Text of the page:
2 - (Un)Doing Together – Collaborative Production as Artistic and Educational Research

    Is there such a thing as a “safe space”? Many institutions are now calling on “safer space policy” and announcing manifestos which outline the guidelines for what this means. I can not predict what the needs of the people I collaborate with will be, and I am critical of a space entirely without conflict. Safer space policy better supports dialogical enquiry, but I also recognise that for marginalised and oppressed minorities, “there is no safe space” (Leonardo & Porter 2010:140). Instead,  I can work towards “a pedagogy of disruption” (Leonardo & Porter 2010:139) and search for methods of working collaboratively that are reflexive, and plastic enough for change and appropriation.

    Individuals who show interest in collaborating and writing for the book will steer the framework for how we want to work collectively—figuring out the roles, but also figuring out ways to support changes. The liminal stage of developing the working group will engender a mostly dialogical methodology, where the group meets and discusses their interests and aims. Ideally, the whole group meets at least three times per year, starting in Fall 2021. Then, I will maintain a one-on-one interaction with each collaborator throughout the project. I plan to organise a total of 4 workshops with guest artists/experts. Topics could include: creative writing exercises, memory work, discussing and analysing picture books (using some of the analytical approaches  noted in my section on Critical Visual Readings—noting representation, patterns, likes/dislikes and what each feel is missing from the narratives that we study).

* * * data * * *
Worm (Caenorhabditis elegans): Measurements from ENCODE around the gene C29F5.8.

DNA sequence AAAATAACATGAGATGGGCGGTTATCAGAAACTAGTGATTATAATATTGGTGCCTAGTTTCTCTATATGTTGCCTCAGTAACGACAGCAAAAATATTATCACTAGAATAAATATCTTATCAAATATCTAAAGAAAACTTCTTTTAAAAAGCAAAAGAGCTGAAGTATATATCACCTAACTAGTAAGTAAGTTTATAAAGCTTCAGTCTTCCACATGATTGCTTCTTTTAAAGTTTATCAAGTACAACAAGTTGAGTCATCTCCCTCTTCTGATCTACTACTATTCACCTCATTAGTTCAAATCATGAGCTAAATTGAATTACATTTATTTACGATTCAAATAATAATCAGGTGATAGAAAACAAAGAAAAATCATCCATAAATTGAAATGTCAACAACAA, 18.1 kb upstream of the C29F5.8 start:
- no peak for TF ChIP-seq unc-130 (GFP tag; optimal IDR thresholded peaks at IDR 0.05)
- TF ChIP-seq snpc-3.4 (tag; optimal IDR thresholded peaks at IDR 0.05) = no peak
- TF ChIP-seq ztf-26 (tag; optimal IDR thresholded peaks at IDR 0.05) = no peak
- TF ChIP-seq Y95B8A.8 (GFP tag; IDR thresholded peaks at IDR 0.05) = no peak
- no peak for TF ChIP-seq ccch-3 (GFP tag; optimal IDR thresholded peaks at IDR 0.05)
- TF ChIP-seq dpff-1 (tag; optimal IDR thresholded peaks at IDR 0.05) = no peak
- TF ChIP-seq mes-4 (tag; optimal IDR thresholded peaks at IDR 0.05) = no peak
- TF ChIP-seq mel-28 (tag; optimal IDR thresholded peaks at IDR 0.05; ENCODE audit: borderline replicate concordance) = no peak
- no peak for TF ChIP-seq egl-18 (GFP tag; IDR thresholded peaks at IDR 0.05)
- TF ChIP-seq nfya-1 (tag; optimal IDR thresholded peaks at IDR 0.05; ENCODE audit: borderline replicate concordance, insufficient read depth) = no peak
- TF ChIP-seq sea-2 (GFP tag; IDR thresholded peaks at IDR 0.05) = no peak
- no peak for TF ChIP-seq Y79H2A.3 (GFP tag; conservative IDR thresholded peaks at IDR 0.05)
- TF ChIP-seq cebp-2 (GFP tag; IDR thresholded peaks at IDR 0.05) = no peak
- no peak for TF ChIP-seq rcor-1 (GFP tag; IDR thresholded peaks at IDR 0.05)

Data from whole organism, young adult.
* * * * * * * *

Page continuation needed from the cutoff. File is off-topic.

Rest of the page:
As is the nature of working with other people or communities, there is always the issue of trust. bell hooks asserts creating together “usually means finding out what it is we have in common as well as what separates us and makes us different” (hooks, 2003: 109). The final stories written for the book may reveal various positions of commonality, which can be appreciated without this commonality turning into a demand for unity. We are all distinctly different, the purpose is not to erase these differences or to neutralise them, but to live with, celebrate, continue to evolve, and discuss our uniqueness—in the spirit of philosopher Julia Kristeva’s notion of a “polytopic and supple society” (Kristeva, 1991:154).

    I’m interested in a multidisciplinary process, which fosters a more cooperative approach to developing intellectual frameworks, beyond singular disciplinary perspectives. Using experience enacts the initial steps to writing. As writing methods progress, the finalised stories may become more fictionalised. The collaborators will inform the illustration side of the book as well. A good way to start will be to ask questions: